Making Hay

Week of July 20th, 2008 | The weather was absolutely perfect.

Prolific Ducks and a persistent Chicken

By Sarah Holm

Mama duck hiding in the grass.

Mama duck hiding in the grass.

From the bluebirds' babies in my garden, to the new calves, kittens, chicks and ducklings, there is a whirlwind of baby activity on our farm in June.

In April, our six ducks began laying eggs in the goat pen. The highest count was forty eggs! I was worried because I had already convinced my sisters to order ten ducklings from a hatchery and I was afraid we would have too many ducks. The eggs must not have been fertilized though because a few weeks ago they all mysteriously disappeared. One mother duck named Daffy, undeterred by the loss of those eggs, immediately started another nest in a patch of stinging nettles.

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Then, one of our Barred Rock chickens decided that she wanted to be a mother. She snuck into our calf barn, laid an egg, and refused to let me have it. Usually if a chicken gets stubborn I just poke them a little bit and after a few angry clucks and some hateful glares, they get up and leave. Not this time! She had decided that she was going to be a mother, with or without my consent! For a few days there was a bit of a circus every time I tried to get the Barred Rock's egg. At first, I would distract her with one hand while reaching under her with the other, but she caught on and began pecking both hands. Then I tried picking her up, setting her down, grabbing the egg and jumping away before she flew at me, pecking with her beak and trying to claw me with her talons. This didn't work very well. The only time I actually got an egg before she ran on top of it again; I dropped it in my haste to get away from her.

After a few days of this, I began to feel sorry for the black and white striped chicken. It was rather pitiful to see her blustering about trying to get back into the calf barn (I kept shooing her outside), so she could squat on the little wisp of hay she called a nest. With a change of heart, I announced to my family, and to the chicken, that she was to be left alone to try her luck hatching a family. I was so nice to the chicken that she learned to come up to me so I could politely open the door to the (previously banned) calf barn for her. I began to enjoy her company, every time I went into the calf barn, she was sure to be there. I even made her a real nest with a cardboard box and some straw. She was always ready to scare me by strutting around and sticking her tail feathers out like a tom turkey on parade. Secretly, I named her "Turkey", and I always stopped to have a few friendly words with her. I was the only one with friendly feelings during these conversations; she just muttered threats, alternated with murderous screams for my blood.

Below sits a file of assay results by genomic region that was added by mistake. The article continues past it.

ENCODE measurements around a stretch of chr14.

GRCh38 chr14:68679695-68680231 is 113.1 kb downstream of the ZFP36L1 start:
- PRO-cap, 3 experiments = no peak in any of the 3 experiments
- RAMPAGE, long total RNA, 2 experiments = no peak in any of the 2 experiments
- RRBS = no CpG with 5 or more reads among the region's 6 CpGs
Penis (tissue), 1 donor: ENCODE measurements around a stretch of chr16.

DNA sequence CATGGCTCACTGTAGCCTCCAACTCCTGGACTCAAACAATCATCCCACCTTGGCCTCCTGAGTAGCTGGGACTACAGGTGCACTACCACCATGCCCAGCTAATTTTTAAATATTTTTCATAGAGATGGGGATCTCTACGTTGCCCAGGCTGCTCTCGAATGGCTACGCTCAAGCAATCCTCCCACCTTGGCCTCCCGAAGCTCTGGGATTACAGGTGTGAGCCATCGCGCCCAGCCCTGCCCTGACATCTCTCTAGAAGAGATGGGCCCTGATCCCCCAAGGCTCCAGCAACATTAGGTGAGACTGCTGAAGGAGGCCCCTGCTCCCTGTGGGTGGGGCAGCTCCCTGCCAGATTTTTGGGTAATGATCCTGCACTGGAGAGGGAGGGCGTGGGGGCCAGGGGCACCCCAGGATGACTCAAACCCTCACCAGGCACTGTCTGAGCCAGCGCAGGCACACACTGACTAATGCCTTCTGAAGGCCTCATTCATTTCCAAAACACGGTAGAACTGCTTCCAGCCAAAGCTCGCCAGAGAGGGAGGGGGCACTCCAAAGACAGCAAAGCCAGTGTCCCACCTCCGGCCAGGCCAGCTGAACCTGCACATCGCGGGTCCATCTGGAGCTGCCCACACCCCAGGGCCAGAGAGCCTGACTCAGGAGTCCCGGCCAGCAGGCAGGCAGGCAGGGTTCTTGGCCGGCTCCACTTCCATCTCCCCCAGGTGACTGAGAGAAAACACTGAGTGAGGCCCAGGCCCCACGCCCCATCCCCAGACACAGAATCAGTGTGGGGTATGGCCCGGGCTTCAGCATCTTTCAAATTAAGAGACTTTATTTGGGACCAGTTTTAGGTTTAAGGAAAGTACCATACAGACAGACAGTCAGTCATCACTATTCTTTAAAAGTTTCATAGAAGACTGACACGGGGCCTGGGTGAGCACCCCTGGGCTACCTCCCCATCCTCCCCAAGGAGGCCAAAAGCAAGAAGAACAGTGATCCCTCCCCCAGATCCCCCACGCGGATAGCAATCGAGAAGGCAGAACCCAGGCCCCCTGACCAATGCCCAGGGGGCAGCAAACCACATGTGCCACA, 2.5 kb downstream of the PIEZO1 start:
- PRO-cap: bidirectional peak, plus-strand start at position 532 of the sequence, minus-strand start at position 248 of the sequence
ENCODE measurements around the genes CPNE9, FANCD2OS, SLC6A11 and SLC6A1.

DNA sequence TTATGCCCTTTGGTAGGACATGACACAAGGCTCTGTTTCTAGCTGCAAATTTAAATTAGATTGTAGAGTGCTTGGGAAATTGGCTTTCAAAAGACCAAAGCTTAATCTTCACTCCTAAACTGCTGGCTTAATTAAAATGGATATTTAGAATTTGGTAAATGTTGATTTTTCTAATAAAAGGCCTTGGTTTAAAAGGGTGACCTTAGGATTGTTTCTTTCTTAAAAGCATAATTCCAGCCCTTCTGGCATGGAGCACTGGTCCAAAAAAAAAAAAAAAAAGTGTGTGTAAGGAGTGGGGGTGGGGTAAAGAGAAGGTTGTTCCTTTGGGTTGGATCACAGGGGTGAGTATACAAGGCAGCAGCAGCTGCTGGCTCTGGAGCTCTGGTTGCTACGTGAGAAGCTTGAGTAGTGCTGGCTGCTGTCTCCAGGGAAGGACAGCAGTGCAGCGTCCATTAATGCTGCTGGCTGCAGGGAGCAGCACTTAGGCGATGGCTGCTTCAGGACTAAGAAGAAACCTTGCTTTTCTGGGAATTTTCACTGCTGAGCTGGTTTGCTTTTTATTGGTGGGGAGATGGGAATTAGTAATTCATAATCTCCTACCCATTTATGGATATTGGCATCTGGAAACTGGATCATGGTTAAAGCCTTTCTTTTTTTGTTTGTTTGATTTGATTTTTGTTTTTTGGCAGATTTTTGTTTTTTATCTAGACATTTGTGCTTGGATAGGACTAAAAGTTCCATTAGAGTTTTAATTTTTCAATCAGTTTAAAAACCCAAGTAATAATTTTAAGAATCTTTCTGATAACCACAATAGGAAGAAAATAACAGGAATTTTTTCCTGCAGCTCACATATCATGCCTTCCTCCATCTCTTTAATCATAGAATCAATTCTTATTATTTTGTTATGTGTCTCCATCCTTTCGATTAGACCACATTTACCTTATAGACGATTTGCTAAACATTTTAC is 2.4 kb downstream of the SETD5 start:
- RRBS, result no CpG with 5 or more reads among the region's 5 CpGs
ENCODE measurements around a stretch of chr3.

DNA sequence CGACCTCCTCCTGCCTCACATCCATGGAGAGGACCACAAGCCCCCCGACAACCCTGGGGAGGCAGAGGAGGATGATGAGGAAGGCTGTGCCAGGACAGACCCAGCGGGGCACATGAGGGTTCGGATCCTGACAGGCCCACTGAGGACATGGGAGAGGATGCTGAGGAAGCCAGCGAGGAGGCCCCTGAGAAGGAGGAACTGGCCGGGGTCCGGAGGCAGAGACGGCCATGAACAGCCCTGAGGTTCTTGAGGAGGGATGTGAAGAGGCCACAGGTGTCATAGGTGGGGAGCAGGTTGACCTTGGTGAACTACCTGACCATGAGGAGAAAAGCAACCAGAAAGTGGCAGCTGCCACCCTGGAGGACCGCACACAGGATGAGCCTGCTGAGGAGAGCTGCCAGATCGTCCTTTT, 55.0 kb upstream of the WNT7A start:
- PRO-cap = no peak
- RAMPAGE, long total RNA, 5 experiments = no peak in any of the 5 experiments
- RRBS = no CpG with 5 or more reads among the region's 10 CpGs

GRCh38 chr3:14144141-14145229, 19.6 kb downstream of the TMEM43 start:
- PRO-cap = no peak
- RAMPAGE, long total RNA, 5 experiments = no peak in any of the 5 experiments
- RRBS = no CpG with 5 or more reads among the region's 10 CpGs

During one of these brief conversations, it dawned on me that we didn't have a rooster so Turkey's eggs would never hatch! Horrified at my lack of insight, I came up with a plan. I went out to the goat pen and after maneuvering through the nettles and braving the angry hisses of Daffy the duck, I returned triumphantly with four of her many eggs for Turkey. I know she will be confused if they ever do hatch, but at least they will be babies!

Yesterday morning, I was in the barn getting ready for the cows to come in, when Laura and Mary started yelling for me from outside.

I went outside and found Laura and Mary tumbling over each other trying to tell their story to me first. Laura's voice overpowered Mary's so she broke the news.

"Sarah, we were standing here sorting the cows and Mary looked in the goat pen, and she's like, 'Laura! Why'd they let the baby chicks in the goat pen? They'll get eaten by somethin' ', and I was looking over there and I'm like, ?Those aren't chicks, those are ducklings!' "

"Yeah, Sarah!" Mary said, beaming from ear to ear, "There are four of them."

So after we let the cows in the barn, Laura and I went out to the goat pen to catch the new arrivals. The four little babies were so funny; even the short grass was like a jungle to them! They are all different shades of gray, with jet-black beaks and feet. They are tiny, perfect and breathtakingly beautiful. There is nothing better than a baby duck.

Looking at the ducklings as I carried them to the old water tank and the heat lamp, I decided that Turkey should be very happy that she is hatching ducklings. I'm sure she will be very proud of them.

Farm Fact: Chickens can lay one egg a day, but their eggs have to be fertilized by a rooster in order for chicks to hatch from them. One rooster will take care of many hens.

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